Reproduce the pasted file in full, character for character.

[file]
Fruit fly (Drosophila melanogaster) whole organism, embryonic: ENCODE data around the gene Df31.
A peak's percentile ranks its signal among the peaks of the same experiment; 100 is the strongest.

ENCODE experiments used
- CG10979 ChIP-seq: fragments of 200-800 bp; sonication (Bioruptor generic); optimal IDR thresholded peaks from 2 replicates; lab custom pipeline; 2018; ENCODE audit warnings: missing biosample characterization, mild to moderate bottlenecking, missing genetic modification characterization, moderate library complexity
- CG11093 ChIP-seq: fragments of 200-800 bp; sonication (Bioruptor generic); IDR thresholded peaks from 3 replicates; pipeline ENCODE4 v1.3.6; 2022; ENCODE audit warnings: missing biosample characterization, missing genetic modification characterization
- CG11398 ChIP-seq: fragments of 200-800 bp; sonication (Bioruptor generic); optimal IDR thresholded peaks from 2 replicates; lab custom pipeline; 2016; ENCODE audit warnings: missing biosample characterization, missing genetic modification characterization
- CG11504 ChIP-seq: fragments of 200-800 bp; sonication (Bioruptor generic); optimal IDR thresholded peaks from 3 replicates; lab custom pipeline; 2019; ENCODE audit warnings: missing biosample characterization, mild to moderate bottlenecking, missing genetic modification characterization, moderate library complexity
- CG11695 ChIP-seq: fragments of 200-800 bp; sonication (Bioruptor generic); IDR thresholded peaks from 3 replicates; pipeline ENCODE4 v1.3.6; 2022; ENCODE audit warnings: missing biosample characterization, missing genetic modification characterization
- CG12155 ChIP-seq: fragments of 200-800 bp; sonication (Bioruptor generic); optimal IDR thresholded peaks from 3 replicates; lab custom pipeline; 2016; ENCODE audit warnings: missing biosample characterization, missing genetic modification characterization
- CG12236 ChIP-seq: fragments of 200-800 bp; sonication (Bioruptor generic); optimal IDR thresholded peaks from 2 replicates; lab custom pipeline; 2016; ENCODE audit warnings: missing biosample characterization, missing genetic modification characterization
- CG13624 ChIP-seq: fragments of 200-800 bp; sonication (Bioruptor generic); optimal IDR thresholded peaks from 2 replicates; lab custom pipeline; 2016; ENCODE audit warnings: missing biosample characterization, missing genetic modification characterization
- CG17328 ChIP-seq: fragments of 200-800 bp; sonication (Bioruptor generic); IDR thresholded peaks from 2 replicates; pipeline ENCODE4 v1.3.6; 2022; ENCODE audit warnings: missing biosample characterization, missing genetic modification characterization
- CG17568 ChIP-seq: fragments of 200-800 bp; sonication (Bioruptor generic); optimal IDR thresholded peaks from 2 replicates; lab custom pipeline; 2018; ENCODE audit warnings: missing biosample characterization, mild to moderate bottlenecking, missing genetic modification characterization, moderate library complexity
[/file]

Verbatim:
Fruit fly (Drosophila melanogaster) whole organism, embryonic: ENCODE data around the gene Df31.
A peak's percentile ranks its signal among the peaks of the same experiment; 100 is the strongest.

ENCODE experiments used
- CG10979 ChIP-seq: fragments of 200-800 bp; sonication (Bioruptor generic); optimal IDR thresholded peaks from 2 replicates; lab custom pipeline; 2018; ENCODE audit warnings: missing biosample characterization, mild to moderate bottlenecking, missing genetic modification characterization, moderate library complexity
- CG11093 ChIP-seq: fragments of 200-800 bp; sonication (Bioruptor generic); IDR thresholded peaks from 3 replicates; pipeline ENCODE4 v1.3.6; 2022; ENCODE audit warnings: missing biosample characterization, missing genetic modification characterization
- CG11398 ChIP-seq: fragments of 200-800 bp; sonication (Bioruptor generic); optimal IDR thresholded peaks from 2 replicates; lab custom pipeline; 2016; ENCODE audit warnings: missing biosample characterization, missing genetic modification characterization
- CG11504 ChIP-seq: fragments of 200-800 bp; sonication (Bioruptor generic); optimal IDR thresholded peaks from 3 replicates; lab custom pipeline; 2019; ENCODE audit warnings: missing biosample characterization, mild to moderate bottlenecking, missing genetic modification characterization, moderate library complexity
- CG11695 ChIP-seq: fragments of 200-800 bp; sonication (Bioruptor generic); IDR thresholded peaks from 3 replicates; pipeline ENCODE4 v1.3.6; 2022; ENCODE audit warnings: missing biosample characterization, missing genetic modification characterization
- CG12155 ChIP-seq: fragments of 200-800 bp; sonication (Bioruptor generic); optimal IDR thresholded peaks from 3 replicates; lab custom pipeline; 2016; ENCODE audit warnings: missing biosample characterization, missing genetic modification characterization
- CG12236 ChIP-seq: fragments of 200-800 bp; sonication (Bioruptor generic); optimal IDR thresholded peaks from 2 replicates; lab custom pipeline; 2016; ENCODE audit warnings: missing biosample characterization, missing genetic modification characterization
- CG13624 ChIP-seq: fragments of 200-800 bp; sonication (Bioruptor generic); optimal IDR thresholded peaks from 2 replicates; lab custom pipeline; 2016; ENCODE audit warnings: missing biosample characterization, missing genetic modification characterization
- CG17328 ChIP-seq: fragments of 200-800 bp; sonication (Bioruptor generic); IDR thresholded peaks from 2 replicates; pipeline ENCODE4 v1.3.6; 2022; ENCODE audit warnings: missing biosample characterization, missing genetic modification characterization
- CG17568 ChIP-seq: fragments of 200-800 bp; sonication (Bioruptor generic); optimal IDR thresholded peaks from 2 replicates; lab custom pipeline; 2018; ENCODE audit warnings: missing biosample characterization, mild to moderate bottlenecking, missing genetic modification characterization, moderate library complexity